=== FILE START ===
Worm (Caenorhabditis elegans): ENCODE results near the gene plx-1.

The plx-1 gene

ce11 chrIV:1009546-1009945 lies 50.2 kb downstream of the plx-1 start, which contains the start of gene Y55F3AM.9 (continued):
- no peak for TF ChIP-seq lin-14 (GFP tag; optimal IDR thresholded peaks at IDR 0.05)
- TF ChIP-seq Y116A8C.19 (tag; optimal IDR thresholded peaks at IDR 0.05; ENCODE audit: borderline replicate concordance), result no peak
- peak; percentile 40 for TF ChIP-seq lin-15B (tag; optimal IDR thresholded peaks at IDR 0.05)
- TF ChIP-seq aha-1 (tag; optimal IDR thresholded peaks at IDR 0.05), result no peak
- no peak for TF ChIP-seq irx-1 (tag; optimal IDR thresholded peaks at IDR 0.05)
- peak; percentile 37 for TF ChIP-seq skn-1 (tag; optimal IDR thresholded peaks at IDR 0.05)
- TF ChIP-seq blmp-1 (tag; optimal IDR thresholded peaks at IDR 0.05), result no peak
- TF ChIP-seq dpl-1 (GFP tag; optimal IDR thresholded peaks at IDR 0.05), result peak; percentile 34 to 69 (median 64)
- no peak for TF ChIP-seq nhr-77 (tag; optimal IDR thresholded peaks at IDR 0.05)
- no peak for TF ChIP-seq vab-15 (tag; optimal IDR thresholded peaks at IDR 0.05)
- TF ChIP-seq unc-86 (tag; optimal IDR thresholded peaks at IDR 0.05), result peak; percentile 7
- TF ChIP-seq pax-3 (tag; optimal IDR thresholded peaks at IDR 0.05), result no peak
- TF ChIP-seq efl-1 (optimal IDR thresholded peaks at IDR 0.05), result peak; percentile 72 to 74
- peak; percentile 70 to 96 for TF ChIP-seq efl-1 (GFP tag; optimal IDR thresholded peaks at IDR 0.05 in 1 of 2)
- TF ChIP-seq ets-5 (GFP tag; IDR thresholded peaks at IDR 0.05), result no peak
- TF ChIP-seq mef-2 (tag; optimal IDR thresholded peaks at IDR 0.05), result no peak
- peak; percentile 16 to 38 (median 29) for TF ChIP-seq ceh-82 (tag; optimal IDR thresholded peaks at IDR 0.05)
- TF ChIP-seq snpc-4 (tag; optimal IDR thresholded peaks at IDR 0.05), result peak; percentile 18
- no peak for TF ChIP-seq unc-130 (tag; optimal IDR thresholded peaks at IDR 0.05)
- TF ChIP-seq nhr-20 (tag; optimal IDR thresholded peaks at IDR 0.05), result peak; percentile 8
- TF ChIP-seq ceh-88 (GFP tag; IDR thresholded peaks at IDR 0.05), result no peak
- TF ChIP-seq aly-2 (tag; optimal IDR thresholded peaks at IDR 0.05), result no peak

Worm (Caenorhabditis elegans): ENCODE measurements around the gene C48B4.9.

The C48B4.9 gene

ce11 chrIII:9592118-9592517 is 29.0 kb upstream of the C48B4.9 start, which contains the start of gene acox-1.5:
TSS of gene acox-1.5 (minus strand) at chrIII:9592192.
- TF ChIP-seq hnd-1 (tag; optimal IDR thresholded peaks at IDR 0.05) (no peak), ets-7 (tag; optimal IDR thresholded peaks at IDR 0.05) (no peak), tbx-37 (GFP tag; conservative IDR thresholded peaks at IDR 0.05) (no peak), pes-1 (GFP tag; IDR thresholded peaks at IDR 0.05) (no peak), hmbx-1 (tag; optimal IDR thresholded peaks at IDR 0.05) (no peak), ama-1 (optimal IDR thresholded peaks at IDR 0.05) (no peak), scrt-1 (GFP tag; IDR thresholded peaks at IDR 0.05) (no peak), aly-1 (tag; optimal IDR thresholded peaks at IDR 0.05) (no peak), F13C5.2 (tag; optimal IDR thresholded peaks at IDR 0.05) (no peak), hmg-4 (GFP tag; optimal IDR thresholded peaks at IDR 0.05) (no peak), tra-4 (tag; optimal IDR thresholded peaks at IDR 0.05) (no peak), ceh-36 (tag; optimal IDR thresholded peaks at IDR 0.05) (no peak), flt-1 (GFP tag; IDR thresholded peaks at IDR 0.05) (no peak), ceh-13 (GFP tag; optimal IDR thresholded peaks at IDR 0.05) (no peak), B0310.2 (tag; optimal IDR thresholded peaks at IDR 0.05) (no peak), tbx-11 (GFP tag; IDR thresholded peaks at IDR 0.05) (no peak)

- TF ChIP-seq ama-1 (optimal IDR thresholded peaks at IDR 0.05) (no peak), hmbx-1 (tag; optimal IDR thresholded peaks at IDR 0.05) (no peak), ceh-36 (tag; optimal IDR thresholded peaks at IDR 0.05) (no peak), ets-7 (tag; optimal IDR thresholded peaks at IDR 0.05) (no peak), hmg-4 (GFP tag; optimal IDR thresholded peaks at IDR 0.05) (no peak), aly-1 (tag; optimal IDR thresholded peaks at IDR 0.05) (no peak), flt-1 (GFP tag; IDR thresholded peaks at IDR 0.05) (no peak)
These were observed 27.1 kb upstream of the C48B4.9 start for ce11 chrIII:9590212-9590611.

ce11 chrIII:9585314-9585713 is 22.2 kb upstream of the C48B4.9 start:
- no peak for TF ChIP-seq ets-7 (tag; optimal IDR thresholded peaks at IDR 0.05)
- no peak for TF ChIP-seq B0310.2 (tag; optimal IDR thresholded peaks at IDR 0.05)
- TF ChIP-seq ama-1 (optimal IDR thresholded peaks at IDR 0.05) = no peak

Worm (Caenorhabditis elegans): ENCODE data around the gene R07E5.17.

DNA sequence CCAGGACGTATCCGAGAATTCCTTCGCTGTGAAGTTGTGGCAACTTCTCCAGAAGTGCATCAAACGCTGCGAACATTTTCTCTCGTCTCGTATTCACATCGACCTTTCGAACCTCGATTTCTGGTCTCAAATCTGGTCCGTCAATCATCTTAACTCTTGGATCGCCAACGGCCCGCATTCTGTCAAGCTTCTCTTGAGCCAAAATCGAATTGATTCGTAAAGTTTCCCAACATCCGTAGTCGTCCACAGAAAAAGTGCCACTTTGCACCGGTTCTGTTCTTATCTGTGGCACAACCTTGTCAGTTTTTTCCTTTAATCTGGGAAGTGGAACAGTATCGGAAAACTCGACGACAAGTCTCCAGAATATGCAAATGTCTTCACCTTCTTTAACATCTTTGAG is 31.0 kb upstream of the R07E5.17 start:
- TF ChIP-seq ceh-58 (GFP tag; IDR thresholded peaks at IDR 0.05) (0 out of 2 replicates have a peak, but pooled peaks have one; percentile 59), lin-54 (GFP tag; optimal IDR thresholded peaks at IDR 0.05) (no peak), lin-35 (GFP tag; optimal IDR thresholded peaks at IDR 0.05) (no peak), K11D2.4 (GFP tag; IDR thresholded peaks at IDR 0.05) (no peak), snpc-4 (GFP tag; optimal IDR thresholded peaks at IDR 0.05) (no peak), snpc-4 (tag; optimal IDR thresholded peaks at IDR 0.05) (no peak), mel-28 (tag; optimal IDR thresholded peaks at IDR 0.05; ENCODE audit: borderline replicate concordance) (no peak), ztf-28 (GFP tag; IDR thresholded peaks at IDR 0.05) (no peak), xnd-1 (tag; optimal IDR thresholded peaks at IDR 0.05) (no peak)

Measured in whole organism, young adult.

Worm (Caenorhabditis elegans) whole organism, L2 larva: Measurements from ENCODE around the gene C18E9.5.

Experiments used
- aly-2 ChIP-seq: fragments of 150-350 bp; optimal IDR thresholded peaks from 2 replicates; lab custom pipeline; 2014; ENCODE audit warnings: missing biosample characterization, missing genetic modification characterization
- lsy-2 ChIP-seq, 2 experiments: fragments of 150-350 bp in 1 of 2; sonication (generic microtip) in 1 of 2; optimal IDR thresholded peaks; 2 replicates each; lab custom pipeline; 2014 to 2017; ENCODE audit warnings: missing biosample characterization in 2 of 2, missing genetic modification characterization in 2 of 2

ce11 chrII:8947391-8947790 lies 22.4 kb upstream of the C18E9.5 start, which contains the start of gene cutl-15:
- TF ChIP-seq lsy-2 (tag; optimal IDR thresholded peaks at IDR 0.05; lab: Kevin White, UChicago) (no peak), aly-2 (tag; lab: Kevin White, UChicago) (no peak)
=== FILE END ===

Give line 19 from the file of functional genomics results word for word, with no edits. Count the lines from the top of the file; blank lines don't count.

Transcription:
- TF ChIP-seq mef-2 (tag; optimal IDR thresholded peaks at IDR 0.05), result no peak